Tackling the energy crisis

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According to Pakistan Energy Year Book 2012, Pakistan’s installed capacity for power generation is 22,797MW and the demand is approximately the same. The question arises that if the demand and supply has no gap then why we are facing 15-20 hours unannounced load shedding across the country that is hurting our national economy. To get the answer we need to look into Pakistan’s electricity generation mix fuel wise. Oil and gas has 64.2 percent share in electricity generation portfolio of the country and hydel share is 29.9 percent.

Pakistan is generating 35.2 percent of its electricity from furnace oil and diesel oil that is mostly imported. Pakistan consumed more than 7.4 million tons of oil equivalents of furnace oil and diesel oil in 2011-12 for electricity generation. The per unit cost of electricity generated from imported furnace oil and diesel oil is high and is expected to increase further due to high forecasted increase in the oil prices.

The per unit price of electricity generated from furnace oil is neither viable for industrial consumers nor for domestic consumers. Natural Gas share for electricity generation is 29 percent. According to Pakistan Energy Year Book, 2012, Pakistan has 26.65 trillion cubic feet (TCF) balance recoverable gas reserves. Current gas production is 4.2 billion cubic feet per day (bcfd) and the demand is 6 bcfd. The gas production is expected to fall to less than 01 bcfd by 2025 due to depletion and demand will increase to 8 bcfd. While depleting the indigenous natural gas reserves, about one third of the natural gas is used for electricity generation (29 percent) causing a severe domestic and industrial load shedding.

That has significantly damaged country’s export earnings and increased the import bill. The proposed Iran gas pipeline and TAPI pipe lines would provide about 02 bcfd only. In response to a demand of 8 bcfd, we will be having 3 bcfd in 2025 if both the proposed projects are completed. The gap will be 5 bcfd. In the light of above elucidated facts, it is evident that it will not be possible to feed gas based power plants in future that contribute 29 percent of the power generation. In the light of above discussion, it is evident that electricity generated from oil and gas is not an economically feasible option and the installed capacity of about 15000MW (64.2 percent) out of 22797MW would not be operational.

This heavy reliance on imported oil depleting gas reserves is a clear energy security threat. The International Energy Agency has forecasted that total electricity demand of the country will be 49078MW in 2025. This is a great challenge to enhance the installed capacity to 50,000MW from operable 7000MW. Supply and demand gap is continuously widening that is an alarming situation despite the fact that rural areas are mostly deprived of electricity infrastructure. Electrification will be a major demand of the deprived rural population in next five years.Currently, Pakistan is generating 6551MW of electricity from hydel sources that is 29.9 percent of the total installed capacity. If country completes all the proposed hydel projects including Bhasha Dam, the hydel contribution would be 15000MW until 2025 that is 29 percent of the total demand in 2025.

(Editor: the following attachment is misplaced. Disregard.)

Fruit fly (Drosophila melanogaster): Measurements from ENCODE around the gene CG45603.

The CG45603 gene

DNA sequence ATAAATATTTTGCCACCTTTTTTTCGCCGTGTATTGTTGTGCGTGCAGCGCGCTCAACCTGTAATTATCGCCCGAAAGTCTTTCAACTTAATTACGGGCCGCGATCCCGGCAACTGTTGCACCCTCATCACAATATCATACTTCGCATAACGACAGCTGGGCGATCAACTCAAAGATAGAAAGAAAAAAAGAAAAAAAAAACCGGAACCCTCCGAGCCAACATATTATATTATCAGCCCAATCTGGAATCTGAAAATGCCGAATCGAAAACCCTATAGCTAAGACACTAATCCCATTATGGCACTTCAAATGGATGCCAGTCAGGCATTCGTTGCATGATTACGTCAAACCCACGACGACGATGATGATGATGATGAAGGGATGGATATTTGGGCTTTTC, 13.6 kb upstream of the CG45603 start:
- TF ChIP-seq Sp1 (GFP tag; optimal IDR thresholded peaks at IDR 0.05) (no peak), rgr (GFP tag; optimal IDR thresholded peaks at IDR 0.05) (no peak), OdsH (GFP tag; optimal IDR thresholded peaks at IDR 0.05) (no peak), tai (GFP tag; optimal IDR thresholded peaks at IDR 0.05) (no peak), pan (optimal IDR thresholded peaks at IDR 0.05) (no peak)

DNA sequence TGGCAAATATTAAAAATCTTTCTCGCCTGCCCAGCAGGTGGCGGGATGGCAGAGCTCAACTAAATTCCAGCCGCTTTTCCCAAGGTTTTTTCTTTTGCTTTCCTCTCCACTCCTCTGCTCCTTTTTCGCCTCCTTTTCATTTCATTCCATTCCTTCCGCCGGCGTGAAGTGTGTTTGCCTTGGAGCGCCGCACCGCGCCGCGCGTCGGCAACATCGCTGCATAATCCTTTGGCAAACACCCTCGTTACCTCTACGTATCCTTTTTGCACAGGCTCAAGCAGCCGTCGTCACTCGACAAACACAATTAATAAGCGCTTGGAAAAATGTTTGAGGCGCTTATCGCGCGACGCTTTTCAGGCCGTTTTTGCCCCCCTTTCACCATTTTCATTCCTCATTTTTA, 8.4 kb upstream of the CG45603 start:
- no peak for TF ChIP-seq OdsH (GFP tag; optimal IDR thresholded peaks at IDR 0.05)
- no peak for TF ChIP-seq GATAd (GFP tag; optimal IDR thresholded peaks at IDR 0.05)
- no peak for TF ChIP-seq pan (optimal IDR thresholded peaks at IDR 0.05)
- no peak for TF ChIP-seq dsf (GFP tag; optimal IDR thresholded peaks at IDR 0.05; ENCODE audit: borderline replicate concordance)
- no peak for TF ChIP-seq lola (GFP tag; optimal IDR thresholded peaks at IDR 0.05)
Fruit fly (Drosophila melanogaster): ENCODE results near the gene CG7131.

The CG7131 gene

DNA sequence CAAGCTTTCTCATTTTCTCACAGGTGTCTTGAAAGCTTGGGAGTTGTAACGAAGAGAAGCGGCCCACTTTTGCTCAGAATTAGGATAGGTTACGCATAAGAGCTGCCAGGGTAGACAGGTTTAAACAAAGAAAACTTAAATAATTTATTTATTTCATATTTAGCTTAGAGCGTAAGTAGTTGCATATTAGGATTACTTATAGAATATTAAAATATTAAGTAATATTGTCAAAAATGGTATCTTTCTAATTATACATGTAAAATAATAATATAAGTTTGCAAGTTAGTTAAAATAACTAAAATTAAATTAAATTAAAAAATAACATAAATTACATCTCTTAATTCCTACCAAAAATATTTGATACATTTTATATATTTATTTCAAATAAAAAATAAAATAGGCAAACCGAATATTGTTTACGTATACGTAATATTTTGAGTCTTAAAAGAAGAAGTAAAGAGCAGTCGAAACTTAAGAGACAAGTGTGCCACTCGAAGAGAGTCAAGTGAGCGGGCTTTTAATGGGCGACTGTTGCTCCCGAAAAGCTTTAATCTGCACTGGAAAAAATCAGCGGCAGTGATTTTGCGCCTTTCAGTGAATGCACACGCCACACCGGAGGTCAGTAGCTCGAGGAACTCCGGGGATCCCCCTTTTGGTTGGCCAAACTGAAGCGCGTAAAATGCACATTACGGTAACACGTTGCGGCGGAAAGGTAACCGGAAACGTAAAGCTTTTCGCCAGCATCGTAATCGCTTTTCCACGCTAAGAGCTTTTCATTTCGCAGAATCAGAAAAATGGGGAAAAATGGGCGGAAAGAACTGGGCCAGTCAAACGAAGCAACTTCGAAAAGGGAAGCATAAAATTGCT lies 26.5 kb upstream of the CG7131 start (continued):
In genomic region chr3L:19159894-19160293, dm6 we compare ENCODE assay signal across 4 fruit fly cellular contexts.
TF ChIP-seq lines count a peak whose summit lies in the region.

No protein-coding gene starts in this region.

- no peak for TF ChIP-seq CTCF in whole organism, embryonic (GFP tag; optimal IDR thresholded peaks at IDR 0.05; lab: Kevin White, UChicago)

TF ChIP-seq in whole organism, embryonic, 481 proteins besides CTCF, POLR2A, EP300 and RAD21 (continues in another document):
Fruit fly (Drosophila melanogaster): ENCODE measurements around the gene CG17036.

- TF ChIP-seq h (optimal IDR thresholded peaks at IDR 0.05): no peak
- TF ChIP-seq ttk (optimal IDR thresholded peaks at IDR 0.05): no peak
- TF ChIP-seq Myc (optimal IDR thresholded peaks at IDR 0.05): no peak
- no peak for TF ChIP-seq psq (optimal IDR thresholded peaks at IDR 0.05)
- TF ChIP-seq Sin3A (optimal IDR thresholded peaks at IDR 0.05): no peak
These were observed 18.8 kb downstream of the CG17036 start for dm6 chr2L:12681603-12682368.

The unit price of solar electricity is even higher than oil-fired power generation. Therefore, solar is not a feasible option under the circumstances. As for as wind energy is concerned, its unit price is higher than hydel and coal power. The biggest challenge is to redesign the electricity portfolio and substitute the oil and gas with an abundantly available indigenous fuel source. Pakistan must develop indigenous energy resources to meet its future electricity needs. Pakistan can overcome this energy crisis by utilising its un-used coal reserves.Facts:Currently, 40.6 percent of world’s electricity is being generated from coal and it is the single largest contributor in world electricity generation.

By looking at the electricity generation mix of the countries that are blessed with coal, it is evident that coal is the largest contributor. For instance, Poland, South Africa, China, India, Australia ,Czech Republic, Kazakhstan, Germany, USA, UK, Turkey , Ukraine and Japan are generation 96 percent, 88 percent, 78 percent, 78 percent, 77 percent, 72 percent, 69.9 percent, 52.5 percent, 52 percent, 37 percent, 31.3 percent, 27.5 percent and 22.9 percent of electricity from coal. Pakistan is the only country that is blessed with 185 billion tons of coal and is producing negligible electricity from coal 0.1 percent). Thar deposit alone is estimated to be 175 billion tons. It is further estimated that if all the Thar coal is extracted out and converted into electricity through coal fired power plants, it can provide 100,000MW for more than 500 years.

There is a dire need to devise a strategy to utilise  country’s coal reserves for power generation.We at the Centre for Coal Technology has the largest data bank on the thermal characteristics of Pakistani coals. Thar coal is different from rest of the available coals exist in the country. It has about one percent sulphur and less than ten percent ash that make it ideally suited for power generation. Higher inherent moisture content of the coal can easily be dried up to 14 percent prior to despatch to power houses through natural drying in the desert.

Thar coal does not require any pre-treatment for up-gradation before use in power stations.Rest of the coals located in Punjab, Sindh, Balochistan , KPK and Kashmir contain higher sulphur and ash contents and require pre-treatment of de-ashing and de-sulfurization prior to use is power stations in conjunction with a circulatory fluidized bed combustion technology for power generation .

Courtesy:  Nation

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